Sharing your personal lifestyle, your travel plans, habits and routines on Facebook is what most people do thinking what they're sharing is completely within their circle of friends. Little do they know about the snooping eyes of some brands, businesses, and in worst cases, criminals, looking to extract any personal information they can get their hands on.
To give you a reality check on this matter, a new tool called Supremo has been released to show you just how much personal information is up for grabs by strangers. We tested the tool and the results can certainly be appalling.
"If you've ever pressed 'Login with Facebook' on a website, you're giving Facebook permission to share sensitive data with the site you are visiting. In today's digital age, people are sharing just about everything on social media sites like Facebook. But most are unaware of just how much can be seen by brands, businesses and, in some cases, criminals," Ian Cox of Supremo.tv, a small web design and development agency that built the tool in question said, according to Daily Mail.
That said, Supremo warns every Facebook user about the permissions that are being granted to websites without even going through them. Companies, brands, and potential hackers can easily find out information about your last holiday, where you went out last night or whether you're in a relationship.
The information Facebook fetches and shares with approved sites include all your likes, friends, whereabouts, email address, photos, About Me section, posts, birthday, education history, events, work history, phone number, and even where you live. Using such information, fraudsters can steal your identity, researchers warn.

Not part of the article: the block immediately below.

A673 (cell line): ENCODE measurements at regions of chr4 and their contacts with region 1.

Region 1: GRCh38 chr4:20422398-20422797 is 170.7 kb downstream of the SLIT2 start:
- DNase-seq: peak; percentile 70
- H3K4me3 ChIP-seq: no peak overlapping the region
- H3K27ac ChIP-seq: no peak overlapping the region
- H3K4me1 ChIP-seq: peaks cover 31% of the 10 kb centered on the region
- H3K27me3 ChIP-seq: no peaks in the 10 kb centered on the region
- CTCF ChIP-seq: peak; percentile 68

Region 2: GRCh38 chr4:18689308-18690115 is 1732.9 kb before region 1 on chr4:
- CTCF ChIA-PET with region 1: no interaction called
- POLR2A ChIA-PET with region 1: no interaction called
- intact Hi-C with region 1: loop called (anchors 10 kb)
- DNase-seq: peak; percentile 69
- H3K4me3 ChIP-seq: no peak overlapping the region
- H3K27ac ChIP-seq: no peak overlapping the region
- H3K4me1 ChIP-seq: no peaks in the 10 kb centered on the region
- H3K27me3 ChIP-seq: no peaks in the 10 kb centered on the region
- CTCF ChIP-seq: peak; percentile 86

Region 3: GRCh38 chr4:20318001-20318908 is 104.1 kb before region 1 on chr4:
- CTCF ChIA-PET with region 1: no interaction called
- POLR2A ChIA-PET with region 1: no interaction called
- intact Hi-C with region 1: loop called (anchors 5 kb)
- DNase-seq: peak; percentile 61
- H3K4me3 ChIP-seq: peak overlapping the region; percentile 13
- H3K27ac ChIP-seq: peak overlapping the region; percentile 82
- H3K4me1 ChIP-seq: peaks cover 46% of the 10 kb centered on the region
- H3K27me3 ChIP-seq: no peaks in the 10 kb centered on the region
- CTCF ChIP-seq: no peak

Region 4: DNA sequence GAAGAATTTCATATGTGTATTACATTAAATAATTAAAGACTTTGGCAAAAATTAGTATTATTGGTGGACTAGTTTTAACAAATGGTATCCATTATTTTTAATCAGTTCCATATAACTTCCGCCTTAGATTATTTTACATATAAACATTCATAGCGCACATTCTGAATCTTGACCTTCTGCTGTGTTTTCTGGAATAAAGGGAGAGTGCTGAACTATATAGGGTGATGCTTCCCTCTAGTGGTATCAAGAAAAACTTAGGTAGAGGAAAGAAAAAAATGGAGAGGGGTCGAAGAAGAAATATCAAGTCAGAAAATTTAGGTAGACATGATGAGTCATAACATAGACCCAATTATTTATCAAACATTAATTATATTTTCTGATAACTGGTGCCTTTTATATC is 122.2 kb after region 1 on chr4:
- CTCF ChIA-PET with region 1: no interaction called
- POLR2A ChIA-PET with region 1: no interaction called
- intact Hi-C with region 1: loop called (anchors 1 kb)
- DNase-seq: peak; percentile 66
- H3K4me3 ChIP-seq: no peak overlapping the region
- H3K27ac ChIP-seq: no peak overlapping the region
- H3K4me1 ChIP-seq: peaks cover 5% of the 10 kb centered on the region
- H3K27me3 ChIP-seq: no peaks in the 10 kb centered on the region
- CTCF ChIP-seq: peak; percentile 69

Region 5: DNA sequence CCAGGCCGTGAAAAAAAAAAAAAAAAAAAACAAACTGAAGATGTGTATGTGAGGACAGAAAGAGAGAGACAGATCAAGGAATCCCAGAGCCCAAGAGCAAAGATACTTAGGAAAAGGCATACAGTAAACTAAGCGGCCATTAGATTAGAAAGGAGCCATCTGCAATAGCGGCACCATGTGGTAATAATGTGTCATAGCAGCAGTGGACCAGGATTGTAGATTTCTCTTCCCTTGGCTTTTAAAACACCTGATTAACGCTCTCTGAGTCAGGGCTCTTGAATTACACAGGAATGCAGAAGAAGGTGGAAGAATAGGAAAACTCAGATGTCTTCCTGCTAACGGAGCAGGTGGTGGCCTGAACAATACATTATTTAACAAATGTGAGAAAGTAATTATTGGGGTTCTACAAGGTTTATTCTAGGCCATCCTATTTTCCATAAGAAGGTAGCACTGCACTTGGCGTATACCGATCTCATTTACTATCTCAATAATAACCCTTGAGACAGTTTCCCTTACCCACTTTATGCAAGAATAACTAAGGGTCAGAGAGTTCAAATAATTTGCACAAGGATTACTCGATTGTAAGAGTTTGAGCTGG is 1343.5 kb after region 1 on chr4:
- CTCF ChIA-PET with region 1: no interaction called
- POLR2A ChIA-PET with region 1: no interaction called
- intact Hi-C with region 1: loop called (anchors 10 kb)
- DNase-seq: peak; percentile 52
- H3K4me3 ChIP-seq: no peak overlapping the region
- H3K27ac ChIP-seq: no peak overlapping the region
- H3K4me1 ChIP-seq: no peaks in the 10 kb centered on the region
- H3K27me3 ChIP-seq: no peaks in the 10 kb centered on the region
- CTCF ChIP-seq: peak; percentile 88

Going a step further, researchers at Supremo.tv want you to be aware of the backgrounds while sharing photographs of the food at the restaurant or a painting made by your kid. If the background shows your credit card or passport lying somewhere, it can be dangerous if fallen into the wrong hands.
Additionally, researchers note that Facebook users must refrain from sharing their complete home address on Facebook, even if it is limited to just your friend's circle, and avoid geotagged posts when it's not necessary.
'If those posts are geotagged, you could be telling people what time you commute to work, where you commute from and where you work', researchers wrote.
Facebook offers several privacy options to consider before sharing a post on the social networking site. You can limit your post to friends, friends except for a certain people on the list, choose to share with specific friends, create a custom list altogether or simply make it public.
Researchers said that if you'd rather not have a particular post on billboards, you should keep it clear from Facebook altogether.
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